Okieville is such a small area that most folks cannot find the community on a map. Officially named Highland Acres, residents began settling in Okieville during the 1930s … Fast forward to today. Thousands of wells have been drying up throughout the San Joaquin Valley since the drought began five years ago and Okieville, located in Tulare County, is the hardest hit region.
In March 2014, water flooded the Colorado River’s dry bed. This event, called a pulse flow, occurred when the Morelos Dam, near the United States–Mexico border and Yuma, Arizona, opened its gates and filled the dry bed for eight weeks. The event, similar to the spring floods that halted after the river was dammed, allowed water to reach the Gulf of California for the first time since 1997.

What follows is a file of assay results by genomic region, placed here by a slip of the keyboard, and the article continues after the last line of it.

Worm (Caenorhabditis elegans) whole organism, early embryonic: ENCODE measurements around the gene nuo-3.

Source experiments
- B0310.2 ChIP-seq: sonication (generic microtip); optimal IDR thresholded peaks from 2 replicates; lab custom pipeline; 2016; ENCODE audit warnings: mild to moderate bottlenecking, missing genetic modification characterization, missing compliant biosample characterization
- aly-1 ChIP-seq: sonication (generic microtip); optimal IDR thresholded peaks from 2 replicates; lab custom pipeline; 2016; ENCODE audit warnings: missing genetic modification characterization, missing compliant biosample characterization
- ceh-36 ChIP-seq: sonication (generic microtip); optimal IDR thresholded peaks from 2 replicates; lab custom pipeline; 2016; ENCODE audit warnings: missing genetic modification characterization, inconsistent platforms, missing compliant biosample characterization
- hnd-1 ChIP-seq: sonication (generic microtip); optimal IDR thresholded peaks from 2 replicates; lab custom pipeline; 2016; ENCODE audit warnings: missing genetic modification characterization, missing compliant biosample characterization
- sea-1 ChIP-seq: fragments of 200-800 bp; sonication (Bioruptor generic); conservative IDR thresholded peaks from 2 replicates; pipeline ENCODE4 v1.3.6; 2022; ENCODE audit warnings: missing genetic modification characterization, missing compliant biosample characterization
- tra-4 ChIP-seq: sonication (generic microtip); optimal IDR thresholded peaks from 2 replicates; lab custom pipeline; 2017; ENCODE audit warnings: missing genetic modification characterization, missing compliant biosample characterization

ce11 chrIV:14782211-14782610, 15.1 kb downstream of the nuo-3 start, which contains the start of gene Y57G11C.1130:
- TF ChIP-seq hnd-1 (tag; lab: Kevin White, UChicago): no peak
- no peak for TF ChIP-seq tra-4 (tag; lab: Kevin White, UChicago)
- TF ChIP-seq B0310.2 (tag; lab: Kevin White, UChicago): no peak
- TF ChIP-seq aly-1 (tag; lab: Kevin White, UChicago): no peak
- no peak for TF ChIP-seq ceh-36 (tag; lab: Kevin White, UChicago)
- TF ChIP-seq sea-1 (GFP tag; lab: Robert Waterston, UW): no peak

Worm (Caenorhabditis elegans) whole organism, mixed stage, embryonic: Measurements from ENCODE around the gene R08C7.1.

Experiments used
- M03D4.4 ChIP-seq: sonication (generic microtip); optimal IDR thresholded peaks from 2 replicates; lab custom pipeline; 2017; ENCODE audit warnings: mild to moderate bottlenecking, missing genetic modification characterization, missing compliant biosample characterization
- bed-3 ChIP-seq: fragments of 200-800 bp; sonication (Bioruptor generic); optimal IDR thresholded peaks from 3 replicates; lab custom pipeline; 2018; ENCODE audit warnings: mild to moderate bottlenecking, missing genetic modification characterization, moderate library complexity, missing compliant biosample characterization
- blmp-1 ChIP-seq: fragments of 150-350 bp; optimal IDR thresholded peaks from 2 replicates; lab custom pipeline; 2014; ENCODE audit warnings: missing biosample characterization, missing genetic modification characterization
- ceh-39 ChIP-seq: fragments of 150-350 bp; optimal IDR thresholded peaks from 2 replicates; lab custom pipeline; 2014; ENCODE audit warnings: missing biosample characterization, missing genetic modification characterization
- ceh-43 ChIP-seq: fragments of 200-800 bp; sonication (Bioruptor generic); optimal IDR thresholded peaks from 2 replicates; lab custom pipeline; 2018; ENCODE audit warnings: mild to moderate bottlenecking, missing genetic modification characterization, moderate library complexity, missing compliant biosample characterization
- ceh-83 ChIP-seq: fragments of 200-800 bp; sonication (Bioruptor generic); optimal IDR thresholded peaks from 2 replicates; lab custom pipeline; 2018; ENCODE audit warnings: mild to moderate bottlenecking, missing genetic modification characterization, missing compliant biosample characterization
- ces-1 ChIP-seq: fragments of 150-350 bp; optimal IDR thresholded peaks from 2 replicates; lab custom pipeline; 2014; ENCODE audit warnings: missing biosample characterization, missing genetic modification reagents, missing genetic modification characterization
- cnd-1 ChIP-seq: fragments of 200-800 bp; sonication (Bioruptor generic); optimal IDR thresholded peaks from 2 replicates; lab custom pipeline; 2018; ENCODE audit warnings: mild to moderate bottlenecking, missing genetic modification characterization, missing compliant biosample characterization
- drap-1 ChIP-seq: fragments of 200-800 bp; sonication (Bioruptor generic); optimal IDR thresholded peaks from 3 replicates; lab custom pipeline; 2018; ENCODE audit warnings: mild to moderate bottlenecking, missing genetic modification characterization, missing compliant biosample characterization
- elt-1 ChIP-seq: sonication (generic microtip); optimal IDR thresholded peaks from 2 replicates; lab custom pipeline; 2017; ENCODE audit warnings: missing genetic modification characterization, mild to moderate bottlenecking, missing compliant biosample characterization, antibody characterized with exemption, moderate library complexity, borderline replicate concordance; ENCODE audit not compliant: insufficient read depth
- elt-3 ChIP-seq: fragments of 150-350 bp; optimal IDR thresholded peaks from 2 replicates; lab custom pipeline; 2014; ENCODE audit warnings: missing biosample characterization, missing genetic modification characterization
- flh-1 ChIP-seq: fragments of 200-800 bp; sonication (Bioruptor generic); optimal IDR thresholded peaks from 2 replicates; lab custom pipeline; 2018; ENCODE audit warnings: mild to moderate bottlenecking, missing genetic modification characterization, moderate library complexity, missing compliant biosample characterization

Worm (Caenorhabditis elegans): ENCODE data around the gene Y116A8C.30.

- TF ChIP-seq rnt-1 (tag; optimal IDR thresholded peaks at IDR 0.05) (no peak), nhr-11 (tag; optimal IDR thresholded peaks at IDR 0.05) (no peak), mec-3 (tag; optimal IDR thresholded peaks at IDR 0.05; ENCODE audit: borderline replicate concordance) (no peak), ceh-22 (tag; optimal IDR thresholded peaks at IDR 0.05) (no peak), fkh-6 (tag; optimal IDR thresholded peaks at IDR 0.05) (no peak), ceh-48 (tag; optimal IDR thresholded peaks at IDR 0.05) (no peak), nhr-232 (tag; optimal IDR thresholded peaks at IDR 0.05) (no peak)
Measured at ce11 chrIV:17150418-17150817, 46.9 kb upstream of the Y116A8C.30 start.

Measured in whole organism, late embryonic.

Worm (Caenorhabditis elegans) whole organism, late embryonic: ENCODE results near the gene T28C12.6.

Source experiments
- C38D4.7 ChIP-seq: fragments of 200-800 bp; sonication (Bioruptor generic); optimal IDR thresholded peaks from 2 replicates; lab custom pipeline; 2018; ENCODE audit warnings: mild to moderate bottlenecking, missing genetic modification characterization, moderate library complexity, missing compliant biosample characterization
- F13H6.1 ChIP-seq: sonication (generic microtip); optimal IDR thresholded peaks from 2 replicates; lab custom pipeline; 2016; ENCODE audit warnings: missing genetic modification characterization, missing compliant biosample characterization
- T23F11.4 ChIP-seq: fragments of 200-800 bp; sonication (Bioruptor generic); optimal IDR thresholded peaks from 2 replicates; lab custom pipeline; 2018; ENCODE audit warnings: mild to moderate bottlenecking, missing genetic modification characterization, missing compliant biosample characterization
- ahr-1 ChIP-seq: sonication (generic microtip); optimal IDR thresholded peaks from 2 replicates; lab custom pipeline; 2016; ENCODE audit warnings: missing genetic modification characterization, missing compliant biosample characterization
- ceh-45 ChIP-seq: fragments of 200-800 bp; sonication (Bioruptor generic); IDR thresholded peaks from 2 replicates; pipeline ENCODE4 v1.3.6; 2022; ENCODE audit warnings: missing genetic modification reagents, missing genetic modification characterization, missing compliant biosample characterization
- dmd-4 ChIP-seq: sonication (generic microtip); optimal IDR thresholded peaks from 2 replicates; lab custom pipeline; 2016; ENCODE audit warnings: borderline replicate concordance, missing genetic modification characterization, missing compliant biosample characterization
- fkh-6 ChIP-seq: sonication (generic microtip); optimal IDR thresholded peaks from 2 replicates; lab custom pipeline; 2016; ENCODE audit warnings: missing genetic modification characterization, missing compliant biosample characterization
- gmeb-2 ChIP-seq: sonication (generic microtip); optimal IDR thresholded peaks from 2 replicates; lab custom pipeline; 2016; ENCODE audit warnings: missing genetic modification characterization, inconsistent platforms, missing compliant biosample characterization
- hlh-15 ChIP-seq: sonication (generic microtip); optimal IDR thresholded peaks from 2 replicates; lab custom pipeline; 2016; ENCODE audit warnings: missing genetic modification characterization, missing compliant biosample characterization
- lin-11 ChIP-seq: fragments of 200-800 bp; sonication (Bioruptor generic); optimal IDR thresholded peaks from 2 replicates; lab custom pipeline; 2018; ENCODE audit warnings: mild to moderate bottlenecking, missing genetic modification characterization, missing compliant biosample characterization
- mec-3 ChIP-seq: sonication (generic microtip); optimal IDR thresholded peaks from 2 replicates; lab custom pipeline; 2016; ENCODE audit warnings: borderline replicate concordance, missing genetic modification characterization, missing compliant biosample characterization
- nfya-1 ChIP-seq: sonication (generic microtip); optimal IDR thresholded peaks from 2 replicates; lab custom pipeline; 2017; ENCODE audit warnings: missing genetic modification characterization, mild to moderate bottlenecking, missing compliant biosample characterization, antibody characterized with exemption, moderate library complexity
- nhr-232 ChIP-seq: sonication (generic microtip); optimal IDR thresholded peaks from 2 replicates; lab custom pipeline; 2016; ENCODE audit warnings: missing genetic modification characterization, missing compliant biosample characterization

California’s severe drought continues with no end in sight and families across the state face life without water—something most of us can only imagine—as wells run dry. Rural Community Assistance Corporation (RCAC) has been helping homeowners through the California household/small water system drought assistance (HSWSDA) loan/grant program.
Could managed aquifer recharge (MAR) offer an affordable solution against drought? Due to continued strain on resources as a result of the ongoing drought, California has been exploring possible solutions to a more resilient water supply.
A 40 percent increase in demand for safe drinking water is expected by 2025, according to the United Nations. The problem is that only 0.5 percent of the earth’s water is suitable for human consumption. Could desalination be the solution?